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« Reply #53 on: March 08, 2012, 12:24:29 PM »

Alpine Breed History

 Goats were the first animals domesticated by man. Bones of goats have been found in caves along with evidence of human inhabitation of those caves. One of the goat remains had evidence of a healed broken leg that could have only healed under the protection of humans. That animal would have died in the wild. Her remains have been carbon dated to 12 to 15,000 years ago. These goats were the Persian (Middle Eastern) goat Pashang. All European Mountain Goats descend from the Pashang goat, also known as the Bezoar goat. This includes our present day Alpines and the other breed variations based on color including the Saanen, Toggenburg, and Oberhasli. Alpines were named for their home mountain range, the Alps. Once you get to know the Alpines friendly curious personality, you wonder who domesticated whom?


Over thousands of years, natural selection developed the Alpine breed with superior agility to survive on steep mountain slopes. They developed a perfect sense of balance. The breed maintained its ability to survive in arid regions. European goat herders started selective breeding for milk production and favorite colors.

The Alpines adaptability, sense of balance, and personality made them good candidates for voyages. Early voyages were made feasible by taking along goats for milk and meat. The early sea captains often left a pair of goats on islands along their shipping routes. On return voyages, they could stop and catch a meal or a fresh source of milk. Today Alpines can be found thriving in nearly every climate and the goat is the most common farm animal found around the world.

When the first settlers came to America, they brought along their milch goats. Captain John Smith brought milch goats over on the Mayflower. A 1630 census of Jamestown lists goats as one of their most valuable assets. Swiss breeds along with Spanish and Austrian goats were brought to North America from 1590's to 1700. The Austrian and Spanish breeds were similar to the Swiss breeds though smaller. Cross breeding produced a common American goat.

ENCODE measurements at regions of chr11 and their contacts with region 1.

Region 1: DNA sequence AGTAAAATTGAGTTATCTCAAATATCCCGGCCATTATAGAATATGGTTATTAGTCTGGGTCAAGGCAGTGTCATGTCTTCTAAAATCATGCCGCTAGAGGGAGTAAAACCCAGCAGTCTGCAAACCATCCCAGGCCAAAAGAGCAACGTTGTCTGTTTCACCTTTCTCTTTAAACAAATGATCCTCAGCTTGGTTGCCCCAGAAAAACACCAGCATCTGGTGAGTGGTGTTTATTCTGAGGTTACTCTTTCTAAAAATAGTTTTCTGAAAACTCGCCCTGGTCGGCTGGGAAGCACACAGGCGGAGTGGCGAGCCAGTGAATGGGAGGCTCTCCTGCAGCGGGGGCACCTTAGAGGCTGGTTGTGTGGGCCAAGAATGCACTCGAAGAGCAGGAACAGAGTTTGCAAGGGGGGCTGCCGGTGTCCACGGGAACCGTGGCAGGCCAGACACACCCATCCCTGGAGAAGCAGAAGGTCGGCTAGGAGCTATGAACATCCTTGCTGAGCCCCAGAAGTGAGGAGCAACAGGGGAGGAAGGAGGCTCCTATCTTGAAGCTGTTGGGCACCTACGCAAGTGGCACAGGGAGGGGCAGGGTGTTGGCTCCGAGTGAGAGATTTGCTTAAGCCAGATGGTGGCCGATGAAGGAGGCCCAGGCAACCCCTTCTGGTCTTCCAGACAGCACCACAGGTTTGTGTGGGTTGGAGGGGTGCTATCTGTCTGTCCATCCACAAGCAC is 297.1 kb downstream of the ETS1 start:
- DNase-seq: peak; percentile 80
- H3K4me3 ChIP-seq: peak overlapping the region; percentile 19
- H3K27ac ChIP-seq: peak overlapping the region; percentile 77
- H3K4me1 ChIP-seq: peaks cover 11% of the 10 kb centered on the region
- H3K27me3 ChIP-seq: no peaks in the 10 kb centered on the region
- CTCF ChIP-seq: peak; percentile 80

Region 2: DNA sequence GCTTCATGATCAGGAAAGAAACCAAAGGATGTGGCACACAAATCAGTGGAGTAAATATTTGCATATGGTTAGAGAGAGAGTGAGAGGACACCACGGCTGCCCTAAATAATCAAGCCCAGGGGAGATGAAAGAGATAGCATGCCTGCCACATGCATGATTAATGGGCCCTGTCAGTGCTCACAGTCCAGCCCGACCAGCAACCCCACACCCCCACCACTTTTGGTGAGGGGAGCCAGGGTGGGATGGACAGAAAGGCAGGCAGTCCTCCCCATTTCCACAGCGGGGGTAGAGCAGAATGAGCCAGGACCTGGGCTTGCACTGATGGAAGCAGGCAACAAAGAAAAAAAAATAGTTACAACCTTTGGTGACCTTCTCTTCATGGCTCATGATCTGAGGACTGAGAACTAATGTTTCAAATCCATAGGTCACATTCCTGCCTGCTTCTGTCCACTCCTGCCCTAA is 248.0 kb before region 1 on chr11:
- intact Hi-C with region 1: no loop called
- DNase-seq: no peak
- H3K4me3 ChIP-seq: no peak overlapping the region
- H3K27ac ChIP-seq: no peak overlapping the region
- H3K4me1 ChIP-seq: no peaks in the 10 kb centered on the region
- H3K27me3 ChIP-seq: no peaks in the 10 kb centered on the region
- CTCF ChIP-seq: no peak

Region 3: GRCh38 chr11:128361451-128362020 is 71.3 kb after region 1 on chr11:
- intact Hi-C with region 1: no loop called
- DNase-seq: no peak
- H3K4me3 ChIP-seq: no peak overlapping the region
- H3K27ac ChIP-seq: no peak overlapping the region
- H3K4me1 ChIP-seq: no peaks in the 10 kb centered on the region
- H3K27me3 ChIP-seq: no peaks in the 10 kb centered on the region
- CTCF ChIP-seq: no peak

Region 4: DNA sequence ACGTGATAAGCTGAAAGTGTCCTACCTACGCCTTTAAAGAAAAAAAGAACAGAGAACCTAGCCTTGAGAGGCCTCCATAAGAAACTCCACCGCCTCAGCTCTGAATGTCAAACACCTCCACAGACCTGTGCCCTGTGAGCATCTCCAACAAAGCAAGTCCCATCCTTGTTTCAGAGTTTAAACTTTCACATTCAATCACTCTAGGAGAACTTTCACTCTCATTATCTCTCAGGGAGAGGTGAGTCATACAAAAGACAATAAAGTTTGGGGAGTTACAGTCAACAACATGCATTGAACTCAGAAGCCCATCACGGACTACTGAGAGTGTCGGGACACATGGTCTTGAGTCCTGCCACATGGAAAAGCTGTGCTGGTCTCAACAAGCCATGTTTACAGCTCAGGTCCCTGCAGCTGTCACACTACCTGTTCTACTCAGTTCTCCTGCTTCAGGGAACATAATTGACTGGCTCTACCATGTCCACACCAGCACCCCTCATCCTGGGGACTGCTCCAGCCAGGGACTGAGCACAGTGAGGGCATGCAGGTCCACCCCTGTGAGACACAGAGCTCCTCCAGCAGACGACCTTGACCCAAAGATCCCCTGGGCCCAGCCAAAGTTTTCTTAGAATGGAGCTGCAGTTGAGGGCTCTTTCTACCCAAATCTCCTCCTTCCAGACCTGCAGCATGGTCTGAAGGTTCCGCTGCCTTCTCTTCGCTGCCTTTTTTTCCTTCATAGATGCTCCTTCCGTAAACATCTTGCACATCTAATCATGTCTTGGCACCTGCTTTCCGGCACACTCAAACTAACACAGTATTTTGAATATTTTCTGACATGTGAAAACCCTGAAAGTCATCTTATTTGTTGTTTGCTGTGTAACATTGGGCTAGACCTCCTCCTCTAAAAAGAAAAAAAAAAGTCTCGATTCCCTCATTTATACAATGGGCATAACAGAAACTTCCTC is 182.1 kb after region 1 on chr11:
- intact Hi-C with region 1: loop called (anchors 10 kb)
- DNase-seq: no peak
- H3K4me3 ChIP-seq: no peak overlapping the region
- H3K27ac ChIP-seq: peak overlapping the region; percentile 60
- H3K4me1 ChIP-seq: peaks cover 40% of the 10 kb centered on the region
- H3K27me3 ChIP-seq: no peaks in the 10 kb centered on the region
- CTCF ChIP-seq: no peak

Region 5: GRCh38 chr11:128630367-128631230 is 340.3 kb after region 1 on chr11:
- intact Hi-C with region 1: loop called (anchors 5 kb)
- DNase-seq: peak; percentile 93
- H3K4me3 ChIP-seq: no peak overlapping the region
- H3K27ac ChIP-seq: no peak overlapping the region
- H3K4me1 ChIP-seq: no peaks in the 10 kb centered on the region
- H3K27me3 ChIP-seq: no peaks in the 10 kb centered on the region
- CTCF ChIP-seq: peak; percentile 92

1904 was a turning point for goats in America. The 1904 World’s Fair, in St. Louis Missouri, held the first dairy goat show in America. The Missouri Historical Review said “The first provision made at a World’s Fair for a display of Milch Goats brought to the Exposition some choice imported and home bred specimens of that valuable type.” At the same World’s Fair, Carl Hagenbeck imported two Schwarzwald Alpine does from the Black Forest of Germany. They were displayed in a natural setting mimicking the Alps Mountains in Hagenbeck's Wild Animal Paradise. More than 20 million people attended the 1904 World’s Fair and had the opportunity to watch Alpine Antics. After the fair Hagenbeck’s goats were shipped to Maryland. Their history is a mystery. Also in 1904 Frenchman Joseph Crepin and Canadian Oscar Dufresne, imported a group of Alpines to Canada and California. The American Milk Goat Record Association (now ADGA) was started in 1904. The official spelling of milch changed to milk in the USA. Interest in milk goats was spreading across America.

In 1906 Mrs. Edward Roby of Chicago worked to create an "American Goat" that would help to provide a safe tuberculosis free milk supply for the children of Chicago. These were a cross of common American goats and imported Swiss genetics. Her crossbred goats could have become American Alpines had there been a registry at that time. In 1915 a wild Alpine type goat was taken from the Guadeloupe islands. She produced 1600 lbs. of milk in 310 days.